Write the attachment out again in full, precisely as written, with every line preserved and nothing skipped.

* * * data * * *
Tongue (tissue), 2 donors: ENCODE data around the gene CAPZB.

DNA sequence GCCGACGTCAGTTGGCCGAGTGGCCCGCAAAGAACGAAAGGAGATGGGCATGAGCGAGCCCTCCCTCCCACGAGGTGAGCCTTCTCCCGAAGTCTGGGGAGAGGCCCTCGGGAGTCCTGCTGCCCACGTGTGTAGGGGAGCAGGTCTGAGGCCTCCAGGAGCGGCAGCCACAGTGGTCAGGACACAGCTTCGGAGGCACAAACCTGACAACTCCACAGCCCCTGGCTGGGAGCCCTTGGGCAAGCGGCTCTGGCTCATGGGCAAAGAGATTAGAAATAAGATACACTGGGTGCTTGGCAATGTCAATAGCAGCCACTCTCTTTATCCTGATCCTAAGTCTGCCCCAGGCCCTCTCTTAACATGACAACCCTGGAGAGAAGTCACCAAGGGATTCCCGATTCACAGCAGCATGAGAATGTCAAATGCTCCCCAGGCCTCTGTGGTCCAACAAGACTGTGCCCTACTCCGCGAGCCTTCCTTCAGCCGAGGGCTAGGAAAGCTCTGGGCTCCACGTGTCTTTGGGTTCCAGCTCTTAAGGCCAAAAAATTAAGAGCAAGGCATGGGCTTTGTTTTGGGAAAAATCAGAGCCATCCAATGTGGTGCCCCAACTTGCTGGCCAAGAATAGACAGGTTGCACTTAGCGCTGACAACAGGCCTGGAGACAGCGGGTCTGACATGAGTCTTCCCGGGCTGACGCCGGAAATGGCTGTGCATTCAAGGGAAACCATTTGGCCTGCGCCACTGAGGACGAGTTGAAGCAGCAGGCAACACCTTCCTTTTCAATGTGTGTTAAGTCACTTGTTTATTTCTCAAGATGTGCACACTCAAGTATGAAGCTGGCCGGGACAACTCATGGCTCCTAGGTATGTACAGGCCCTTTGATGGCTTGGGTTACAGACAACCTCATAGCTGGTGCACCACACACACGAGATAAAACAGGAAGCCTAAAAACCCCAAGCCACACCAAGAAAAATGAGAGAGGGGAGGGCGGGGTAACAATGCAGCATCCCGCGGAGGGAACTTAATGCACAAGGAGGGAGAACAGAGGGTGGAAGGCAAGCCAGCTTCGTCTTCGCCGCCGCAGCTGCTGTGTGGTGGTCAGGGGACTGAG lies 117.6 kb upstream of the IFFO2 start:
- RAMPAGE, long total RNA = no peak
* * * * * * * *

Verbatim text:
Tongue (tissue), 2 donors: ENCODE data around the gene CAPZB.

DNA sequence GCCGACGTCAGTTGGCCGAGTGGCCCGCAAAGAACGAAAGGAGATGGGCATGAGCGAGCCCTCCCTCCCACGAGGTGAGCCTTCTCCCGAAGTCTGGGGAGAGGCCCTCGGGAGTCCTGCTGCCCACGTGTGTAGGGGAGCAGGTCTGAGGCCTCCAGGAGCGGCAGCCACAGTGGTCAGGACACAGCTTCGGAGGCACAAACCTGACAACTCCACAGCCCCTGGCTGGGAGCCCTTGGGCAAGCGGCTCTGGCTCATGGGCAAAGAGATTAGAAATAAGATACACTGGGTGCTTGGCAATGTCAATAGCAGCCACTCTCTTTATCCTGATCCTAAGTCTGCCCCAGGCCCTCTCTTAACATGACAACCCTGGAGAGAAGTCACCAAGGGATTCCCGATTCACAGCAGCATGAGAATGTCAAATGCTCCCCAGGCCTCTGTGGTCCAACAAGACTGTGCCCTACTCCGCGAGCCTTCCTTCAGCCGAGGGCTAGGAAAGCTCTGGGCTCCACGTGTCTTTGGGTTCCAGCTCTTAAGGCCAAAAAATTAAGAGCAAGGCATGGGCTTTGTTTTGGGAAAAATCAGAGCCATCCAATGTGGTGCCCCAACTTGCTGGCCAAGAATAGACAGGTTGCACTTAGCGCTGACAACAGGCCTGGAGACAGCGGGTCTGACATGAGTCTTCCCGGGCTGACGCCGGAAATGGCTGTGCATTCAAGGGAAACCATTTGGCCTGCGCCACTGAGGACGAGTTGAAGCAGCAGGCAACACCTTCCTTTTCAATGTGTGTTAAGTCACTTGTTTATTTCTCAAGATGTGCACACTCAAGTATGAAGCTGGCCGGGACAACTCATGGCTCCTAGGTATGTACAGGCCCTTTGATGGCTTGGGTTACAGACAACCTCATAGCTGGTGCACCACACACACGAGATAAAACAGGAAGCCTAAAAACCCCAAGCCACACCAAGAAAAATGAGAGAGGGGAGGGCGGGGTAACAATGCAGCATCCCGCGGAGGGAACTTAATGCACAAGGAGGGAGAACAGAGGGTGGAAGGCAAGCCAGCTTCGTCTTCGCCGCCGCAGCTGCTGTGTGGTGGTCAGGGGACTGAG lies 117.6 kb upstream of the IFFO2 start:
- RAMPAGE, long total RNA = no peak